Three days after my mammogram last spring hubby and I met with a surgeon for preliminary discussion about my mammogram results. With a serious expression on his face, he rated my newly-discovered mass a 5 on the “suspicious scale” of 1-5. This rating was due to the lump’s size and my family history.
My initial oncology appointment was therefore made that very day, even before my biopsy was scheduled. There seemed to be a sense of urgency. Perhaps doctors have some kind of intuition about these things, although of course he emphasized the oncology appointment could easily be canceled if it was found to be unnecessary should my biopsy result turn out to be negative. Somehow I knew right then and there we would not be canceling it. Women have intuition too.
Of course, my biopsy did reveal cancer and we were able to keep that oncology appointment the day after I received the phone call confirming my cancer diagnosis. Things were on a roll, so to speak, and I entered the “cancer treatment tunnel” literally walking around in a daze as I also began the process of trying to soak up volumes of information and trying to compile lists of intelligent questions.
When I walked through the doors of my oncologist’s office that day, all I could think was, I can’t believe I need an oncologist. That would mean I have cancer. You do have cancer, I had to tell myself over and over again. I couldn’t quite fathom this new reality. I guess at that point I was still a bit in denial.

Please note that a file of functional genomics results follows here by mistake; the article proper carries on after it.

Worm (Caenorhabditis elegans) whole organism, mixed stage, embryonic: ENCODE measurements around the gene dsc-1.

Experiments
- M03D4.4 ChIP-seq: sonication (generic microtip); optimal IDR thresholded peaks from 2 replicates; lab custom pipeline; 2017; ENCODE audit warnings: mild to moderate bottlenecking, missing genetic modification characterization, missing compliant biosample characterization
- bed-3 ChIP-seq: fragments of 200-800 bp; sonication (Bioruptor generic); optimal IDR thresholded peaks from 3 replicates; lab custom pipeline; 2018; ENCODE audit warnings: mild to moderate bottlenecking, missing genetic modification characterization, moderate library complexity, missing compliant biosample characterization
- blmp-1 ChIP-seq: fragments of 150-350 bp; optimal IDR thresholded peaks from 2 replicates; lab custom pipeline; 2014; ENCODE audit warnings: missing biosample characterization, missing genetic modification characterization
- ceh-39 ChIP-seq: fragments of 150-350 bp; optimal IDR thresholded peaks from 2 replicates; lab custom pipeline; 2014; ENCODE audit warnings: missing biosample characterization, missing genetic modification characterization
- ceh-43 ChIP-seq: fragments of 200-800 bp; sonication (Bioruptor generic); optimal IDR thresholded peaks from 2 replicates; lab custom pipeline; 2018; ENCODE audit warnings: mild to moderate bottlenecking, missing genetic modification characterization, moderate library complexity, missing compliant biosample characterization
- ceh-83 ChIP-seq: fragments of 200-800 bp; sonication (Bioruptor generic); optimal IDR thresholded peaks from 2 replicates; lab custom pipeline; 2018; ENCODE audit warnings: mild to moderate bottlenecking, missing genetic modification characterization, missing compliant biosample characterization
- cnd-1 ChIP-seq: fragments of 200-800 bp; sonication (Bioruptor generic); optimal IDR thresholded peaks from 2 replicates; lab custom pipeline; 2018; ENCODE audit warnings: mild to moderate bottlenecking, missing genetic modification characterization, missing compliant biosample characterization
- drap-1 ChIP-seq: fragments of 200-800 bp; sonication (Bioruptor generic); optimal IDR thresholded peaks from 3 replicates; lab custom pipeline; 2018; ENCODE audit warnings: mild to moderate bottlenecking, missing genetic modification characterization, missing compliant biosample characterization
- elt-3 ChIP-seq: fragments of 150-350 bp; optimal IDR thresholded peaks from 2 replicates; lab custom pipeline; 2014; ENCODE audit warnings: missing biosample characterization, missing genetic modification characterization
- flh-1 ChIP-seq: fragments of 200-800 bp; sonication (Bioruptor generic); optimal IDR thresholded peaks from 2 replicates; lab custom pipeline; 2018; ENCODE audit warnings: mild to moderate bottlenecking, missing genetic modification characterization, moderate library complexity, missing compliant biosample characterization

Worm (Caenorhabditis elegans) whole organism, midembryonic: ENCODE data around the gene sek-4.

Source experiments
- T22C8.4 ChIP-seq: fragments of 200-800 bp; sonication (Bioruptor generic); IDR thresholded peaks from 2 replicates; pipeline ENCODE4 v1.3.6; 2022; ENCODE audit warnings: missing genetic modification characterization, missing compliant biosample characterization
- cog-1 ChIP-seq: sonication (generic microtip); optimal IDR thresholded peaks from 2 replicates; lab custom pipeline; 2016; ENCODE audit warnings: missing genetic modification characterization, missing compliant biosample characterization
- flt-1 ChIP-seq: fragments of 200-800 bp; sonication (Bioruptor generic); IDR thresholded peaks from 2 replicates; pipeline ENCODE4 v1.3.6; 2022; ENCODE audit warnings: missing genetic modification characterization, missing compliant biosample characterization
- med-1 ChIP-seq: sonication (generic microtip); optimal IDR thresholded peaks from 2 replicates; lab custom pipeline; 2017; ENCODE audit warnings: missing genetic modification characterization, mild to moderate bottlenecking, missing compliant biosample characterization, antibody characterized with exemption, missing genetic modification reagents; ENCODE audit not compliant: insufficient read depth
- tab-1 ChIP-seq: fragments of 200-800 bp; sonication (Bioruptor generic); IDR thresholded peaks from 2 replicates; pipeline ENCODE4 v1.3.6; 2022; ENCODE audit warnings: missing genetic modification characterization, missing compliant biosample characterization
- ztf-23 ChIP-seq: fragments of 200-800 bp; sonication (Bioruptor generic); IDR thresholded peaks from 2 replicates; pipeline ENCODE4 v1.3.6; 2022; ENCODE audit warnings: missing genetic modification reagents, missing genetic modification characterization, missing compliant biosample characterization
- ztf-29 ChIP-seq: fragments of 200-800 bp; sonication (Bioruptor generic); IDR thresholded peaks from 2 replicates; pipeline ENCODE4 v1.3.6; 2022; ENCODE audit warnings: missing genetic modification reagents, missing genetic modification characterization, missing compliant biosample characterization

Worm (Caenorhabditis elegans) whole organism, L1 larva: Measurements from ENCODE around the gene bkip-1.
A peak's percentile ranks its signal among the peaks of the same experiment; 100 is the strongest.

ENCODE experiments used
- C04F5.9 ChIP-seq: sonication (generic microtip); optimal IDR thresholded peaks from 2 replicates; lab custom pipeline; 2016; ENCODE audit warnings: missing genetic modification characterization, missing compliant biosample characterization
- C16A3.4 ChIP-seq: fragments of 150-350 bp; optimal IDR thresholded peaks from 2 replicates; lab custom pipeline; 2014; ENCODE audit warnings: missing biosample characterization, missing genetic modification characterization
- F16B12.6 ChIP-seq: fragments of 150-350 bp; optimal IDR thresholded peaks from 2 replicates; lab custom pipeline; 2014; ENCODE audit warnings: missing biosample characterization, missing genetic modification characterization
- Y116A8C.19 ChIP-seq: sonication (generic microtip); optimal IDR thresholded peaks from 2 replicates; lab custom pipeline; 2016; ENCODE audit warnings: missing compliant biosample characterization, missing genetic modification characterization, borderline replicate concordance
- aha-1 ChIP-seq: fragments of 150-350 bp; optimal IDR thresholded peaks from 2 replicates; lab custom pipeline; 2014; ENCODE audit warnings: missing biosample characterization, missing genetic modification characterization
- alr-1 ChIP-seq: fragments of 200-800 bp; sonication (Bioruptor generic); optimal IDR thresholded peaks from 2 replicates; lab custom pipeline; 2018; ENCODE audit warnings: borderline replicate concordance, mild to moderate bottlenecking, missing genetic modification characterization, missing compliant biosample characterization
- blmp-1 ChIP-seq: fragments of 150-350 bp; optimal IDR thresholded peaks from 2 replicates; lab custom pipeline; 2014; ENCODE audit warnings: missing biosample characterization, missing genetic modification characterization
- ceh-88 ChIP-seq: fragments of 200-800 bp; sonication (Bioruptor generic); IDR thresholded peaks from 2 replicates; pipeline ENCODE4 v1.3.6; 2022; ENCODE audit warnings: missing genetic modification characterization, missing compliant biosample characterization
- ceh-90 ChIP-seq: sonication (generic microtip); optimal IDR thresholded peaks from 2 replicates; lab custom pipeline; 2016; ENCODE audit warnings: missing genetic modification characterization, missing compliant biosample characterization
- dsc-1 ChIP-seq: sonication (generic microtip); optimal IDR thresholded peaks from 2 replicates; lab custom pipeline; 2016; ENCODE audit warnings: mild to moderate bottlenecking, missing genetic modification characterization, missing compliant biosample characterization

As I studied his neatly framed certificates on the wall and looked around the room while sitting there fidgeting on my chair under the buzzing florescent lights, I had the uncanny feeling of deja vu. Just a short time ago I had been sitting in a similarly appointed oncology exam room discussing my mother’s cancer with her oncologist. How could this be happening to me already?
Many things were discussed that day, but the main decision agreed upon by all was the need for me to be immediately tested for the BRCA 2 gene mutation. Since we now knew my mother had been a carrier of this mutation, I had a 50-50 chance of having it as well. The result of this test would determine my future. A positive result would mean a bilateral mastectomy unless I truly wanted to tempt fate. If positive, odds of a recurrence within five years would be extremely high. On the other hand, a negative result would mean being treated like the general population of women with a lump of similar size and a lumpectomy would be a possibility.
The test result would take about two weeks to come back. We had two weeks to contemplate and prepare ourselves for whatever the future held. Suddenly a great deal was riding on a simple blood test.
Next we needed a consultation with a general surgeon who would be performing the procedure; we just didn’t know for sure which procedure it would be yet. In addition, we also now needed to speak with a plastic surgeon just to be prepared, of course, for the possibility of the mastectomy scenario coming true. I never envisioned myself needing a plastic surgeon, but then I never envisioned myself with breast cancer either.
Hubby kept telling me we needed to wait for the test results and see what happened, but somehow I already knew what the results would be.
Again, women have intuition.
Have you ever had intuition about a test result that turned out to be accurate?